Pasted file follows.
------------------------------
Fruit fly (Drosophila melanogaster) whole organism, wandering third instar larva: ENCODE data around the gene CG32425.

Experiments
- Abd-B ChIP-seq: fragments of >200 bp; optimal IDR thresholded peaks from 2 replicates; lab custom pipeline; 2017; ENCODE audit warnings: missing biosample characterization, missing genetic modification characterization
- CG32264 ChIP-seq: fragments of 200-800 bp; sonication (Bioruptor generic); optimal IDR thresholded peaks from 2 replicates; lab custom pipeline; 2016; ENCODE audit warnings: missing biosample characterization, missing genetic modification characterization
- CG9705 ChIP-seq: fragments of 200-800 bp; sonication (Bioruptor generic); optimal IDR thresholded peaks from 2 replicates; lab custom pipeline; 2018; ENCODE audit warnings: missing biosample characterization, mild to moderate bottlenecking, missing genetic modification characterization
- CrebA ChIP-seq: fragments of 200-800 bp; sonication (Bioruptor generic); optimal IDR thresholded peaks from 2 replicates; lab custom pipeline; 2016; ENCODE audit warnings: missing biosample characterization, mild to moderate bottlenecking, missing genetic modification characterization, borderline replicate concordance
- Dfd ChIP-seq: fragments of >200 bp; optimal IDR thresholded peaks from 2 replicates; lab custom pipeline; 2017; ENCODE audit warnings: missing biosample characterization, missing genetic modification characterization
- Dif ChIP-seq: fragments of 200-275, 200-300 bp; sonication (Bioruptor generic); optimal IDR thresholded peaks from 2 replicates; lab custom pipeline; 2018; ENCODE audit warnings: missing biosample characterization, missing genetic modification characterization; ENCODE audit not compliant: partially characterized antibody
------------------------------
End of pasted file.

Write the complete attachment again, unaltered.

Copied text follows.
Fruit fly (Drosophila melanogaster) whole organism, wandering third instar larva: ENCODE data around the gene CG32425.

Experiments
- Abd-B ChIP-seq: fragments of >200 bp; optimal IDR thresholded peaks from 2 replicates; lab custom pipeline; 2017; ENCODE audit warnings: missing biosample characterization, missing genetic modification characterization
- CG32264 ChIP-seq: fragments of 200-800 bp; sonication (Bioruptor generic); optimal IDR thresholded peaks from 2 replicates; lab custom pipeline; 2016; ENCODE audit warnings: missing biosample characterization, missing genetic modification characterization
- CG9705 ChIP-seq: fragments of 200-800 bp; sonication (Bioruptor generic); optimal IDR thresholded peaks from 2 replicates; lab custom pipeline; 2018; ENCODE audit warnings: missing biosample characterization, mild to moderate bottlenecking, missing genetic modification characterization
- CrebA ChIP-seq: fragments of 200-800 bp; sonication (Bioruptor generic); optimal IDR thresholded peaks from 2 replicates; lab custom pipeline; 2016; ENCODE audit warnings: missing biosample characterization, mild to moderate bottlenecking, missing genetic modification characterization, borderline replicate concordance
- Dfd ChIP-seq: fragments of >200 bp; optimal IDR thresholded peaks from 2 replicates; lab custom pipeline; 2017; ENCODE audit warnings: missing biosample characterization, missing genetic modification characterization
- Dif ChIP-seq: fragments of 200-275, 200-300 bp; sonication (Bioruptor generic); optimal IDR thresholded peaks from 2 replicates; lab custom pipeline; 2018; ENCODE audit warnings: missing biosample characterization, missing genetic modification characterization; ENCODE audit not compliant: partially characterized antibody